Two decades ago, car designer Tom Kearns would make a point of strolling the floor of the big annual auto show in Detroit to see the latest designs from Asian competitors. What impressed him? Not much.
"You almost didn't pay attention," says Kearns, who was working for General Motors at the time. "I thought we clobbered them."
Now Kearns is head of the U.S. design studio here for South Korean maker Kia. His latest handiwork and that of others goes on display to reporters today and Thursday at the press preview for the New York International Auto Show, open to the public from Friday to April 19. It will range from minicars to a 621-horsepower Bentley cruiser.
Kearns considers the sleek metal babies that his team is cranking out to be designs as good as or better than anything Detroit is offering.
In fact, they all have a lot in common.
Consumers used to embrace new cars and trucks from GM, Ford Motor and Chrysler because despite any failings, they were considered better-looking and distinctive.
Today, all new cars from the world's major makers are designed by pretty much the same folks — a roving band of top designers for hire. Their careers are spent going from one automaker to the next, spanning the globe. As a result, designs are often not as distinctive as in the past.
Also, most of their cars must eventually be on sale on several continents at once. As beautiful as they might be, it's harder to make them distinctive as designers are forced to seek lower common denominators to appeal to multiple regional tastes.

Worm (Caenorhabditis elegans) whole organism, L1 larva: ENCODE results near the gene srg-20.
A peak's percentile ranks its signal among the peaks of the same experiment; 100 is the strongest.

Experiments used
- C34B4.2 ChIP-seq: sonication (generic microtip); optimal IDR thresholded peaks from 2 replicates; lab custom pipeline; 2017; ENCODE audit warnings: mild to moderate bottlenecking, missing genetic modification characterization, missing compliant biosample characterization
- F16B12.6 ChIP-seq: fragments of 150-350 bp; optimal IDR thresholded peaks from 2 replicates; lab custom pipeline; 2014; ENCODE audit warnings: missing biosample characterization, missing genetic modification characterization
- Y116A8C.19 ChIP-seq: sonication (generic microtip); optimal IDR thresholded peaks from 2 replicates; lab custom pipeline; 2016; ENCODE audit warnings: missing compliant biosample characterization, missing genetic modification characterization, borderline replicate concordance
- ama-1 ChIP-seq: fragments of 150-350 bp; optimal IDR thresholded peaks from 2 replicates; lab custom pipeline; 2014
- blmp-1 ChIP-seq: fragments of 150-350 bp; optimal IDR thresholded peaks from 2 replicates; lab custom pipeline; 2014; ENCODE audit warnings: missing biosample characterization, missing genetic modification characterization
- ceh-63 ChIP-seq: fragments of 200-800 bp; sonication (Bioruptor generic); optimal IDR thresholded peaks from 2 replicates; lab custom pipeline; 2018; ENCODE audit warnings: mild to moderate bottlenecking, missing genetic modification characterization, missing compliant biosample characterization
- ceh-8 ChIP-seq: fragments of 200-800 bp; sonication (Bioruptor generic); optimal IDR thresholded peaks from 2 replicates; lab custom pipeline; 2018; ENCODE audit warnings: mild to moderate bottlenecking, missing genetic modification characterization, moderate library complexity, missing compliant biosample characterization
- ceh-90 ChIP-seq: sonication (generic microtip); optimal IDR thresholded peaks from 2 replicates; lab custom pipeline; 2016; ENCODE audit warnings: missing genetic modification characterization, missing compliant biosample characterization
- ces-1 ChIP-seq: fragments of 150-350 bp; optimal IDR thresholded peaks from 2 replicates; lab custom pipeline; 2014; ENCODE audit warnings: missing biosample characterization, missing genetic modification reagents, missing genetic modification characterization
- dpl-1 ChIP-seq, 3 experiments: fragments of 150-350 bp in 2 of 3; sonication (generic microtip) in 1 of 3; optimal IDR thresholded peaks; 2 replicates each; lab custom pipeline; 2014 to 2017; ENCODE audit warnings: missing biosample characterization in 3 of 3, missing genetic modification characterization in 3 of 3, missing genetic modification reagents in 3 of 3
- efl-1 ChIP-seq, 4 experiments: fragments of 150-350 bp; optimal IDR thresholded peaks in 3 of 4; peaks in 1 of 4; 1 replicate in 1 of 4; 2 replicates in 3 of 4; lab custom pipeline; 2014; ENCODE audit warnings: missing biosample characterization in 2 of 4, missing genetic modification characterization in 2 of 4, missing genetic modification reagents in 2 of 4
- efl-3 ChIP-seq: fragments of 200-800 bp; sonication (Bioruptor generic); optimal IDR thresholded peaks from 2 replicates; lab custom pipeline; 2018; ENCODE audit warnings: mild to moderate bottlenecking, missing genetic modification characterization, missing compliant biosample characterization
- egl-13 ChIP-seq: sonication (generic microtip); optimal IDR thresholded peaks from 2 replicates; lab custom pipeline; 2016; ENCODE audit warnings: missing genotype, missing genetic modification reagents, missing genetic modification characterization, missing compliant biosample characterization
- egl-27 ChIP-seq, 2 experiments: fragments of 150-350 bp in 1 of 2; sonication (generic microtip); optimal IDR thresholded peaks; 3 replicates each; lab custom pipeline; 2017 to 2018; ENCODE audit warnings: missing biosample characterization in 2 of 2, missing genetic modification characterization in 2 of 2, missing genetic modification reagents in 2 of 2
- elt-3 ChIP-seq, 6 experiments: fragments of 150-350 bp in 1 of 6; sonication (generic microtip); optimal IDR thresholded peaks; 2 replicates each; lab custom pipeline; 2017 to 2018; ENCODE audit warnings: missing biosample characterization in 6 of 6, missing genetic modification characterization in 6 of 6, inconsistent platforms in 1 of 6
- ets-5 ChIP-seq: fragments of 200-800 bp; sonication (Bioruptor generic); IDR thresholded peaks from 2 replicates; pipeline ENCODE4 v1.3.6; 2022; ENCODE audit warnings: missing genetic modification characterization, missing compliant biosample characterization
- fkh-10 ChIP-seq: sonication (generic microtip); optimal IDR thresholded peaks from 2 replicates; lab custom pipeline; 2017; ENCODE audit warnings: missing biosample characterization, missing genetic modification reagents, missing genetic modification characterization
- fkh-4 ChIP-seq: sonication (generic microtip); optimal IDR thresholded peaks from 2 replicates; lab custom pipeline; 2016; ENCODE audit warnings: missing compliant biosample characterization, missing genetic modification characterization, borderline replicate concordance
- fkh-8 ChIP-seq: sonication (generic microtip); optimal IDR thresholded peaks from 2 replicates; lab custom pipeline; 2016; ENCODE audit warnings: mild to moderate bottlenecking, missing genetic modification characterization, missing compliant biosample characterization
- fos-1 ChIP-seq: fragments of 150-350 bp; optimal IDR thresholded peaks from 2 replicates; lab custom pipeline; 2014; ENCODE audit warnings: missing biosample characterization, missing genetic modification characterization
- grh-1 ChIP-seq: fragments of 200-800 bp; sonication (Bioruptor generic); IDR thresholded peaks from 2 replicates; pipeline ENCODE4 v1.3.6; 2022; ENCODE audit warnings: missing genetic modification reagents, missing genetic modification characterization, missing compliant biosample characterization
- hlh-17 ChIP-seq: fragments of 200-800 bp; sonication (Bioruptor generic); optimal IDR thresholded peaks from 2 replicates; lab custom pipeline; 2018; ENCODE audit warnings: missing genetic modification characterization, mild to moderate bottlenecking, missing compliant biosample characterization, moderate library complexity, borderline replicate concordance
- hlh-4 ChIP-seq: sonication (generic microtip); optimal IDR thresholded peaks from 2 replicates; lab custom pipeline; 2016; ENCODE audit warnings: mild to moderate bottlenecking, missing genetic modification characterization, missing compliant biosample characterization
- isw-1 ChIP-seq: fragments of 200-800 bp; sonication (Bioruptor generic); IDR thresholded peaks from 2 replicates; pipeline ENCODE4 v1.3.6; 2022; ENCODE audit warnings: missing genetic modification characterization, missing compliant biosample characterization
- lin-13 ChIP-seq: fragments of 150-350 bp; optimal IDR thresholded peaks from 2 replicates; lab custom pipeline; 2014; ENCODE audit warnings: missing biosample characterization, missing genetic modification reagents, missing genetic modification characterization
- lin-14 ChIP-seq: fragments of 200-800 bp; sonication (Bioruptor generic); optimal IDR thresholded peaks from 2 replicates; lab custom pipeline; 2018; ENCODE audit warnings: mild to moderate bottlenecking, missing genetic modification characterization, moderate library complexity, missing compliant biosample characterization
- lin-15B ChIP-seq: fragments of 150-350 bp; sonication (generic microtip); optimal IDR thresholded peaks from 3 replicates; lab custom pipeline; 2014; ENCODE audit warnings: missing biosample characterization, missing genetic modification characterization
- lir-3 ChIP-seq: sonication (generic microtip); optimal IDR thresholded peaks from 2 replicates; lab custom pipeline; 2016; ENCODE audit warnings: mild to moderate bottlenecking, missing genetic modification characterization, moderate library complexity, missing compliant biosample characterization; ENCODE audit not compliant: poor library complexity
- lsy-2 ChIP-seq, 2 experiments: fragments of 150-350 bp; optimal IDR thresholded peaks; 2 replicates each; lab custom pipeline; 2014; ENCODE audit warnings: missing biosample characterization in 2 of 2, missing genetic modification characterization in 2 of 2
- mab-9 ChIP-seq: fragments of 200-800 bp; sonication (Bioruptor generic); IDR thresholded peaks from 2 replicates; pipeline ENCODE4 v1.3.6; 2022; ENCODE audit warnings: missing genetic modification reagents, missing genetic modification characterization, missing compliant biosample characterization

Safety and technology features force an international homogenization of appearance as well. The Europeans adopted regulations designed to better protect pedestrians when they get struck by cars, and cars worldwide became more snub-nosed and devoid of hood ornaments as a result.
We are the world
It's a far cry from the American showboats of the 1950s through 1980s that stood apart from just about everything else produced. Newfangled Toyotas shipped in from Japan ran like clocks but never could capture the panache of a mid-1960s Chevrolet Impala.
Today, a Nissan Altima competes in size and looks with a Ford Fusion. A Toyota Tundra pickup takes aim at a Dodge Ram. A Pontiac G8 may be marketed as pure American muscle, but it's actually a buff Australian import.
Designers themselves love how they are stretching borders. Sure, foreigners are luring away top American talent. But many of them go on to design some of the world's most famous cars for other markets. Conversely, some top foreign designers turn their talents to developing icons of the American highways.
The quest is always the same: to dig into the ethos of a place and a people to figure out what kind of ride they will love.
"We're cultural architects," says Freeman Thomas, now a top designer for Ford Motor after stops at Porsche, Audi, Volkswagen and what was DaimlerChrysler. "It's designing for a specific culture and customer."
American design was always rebellious, free-form, not as tied to tradition, Thomas says.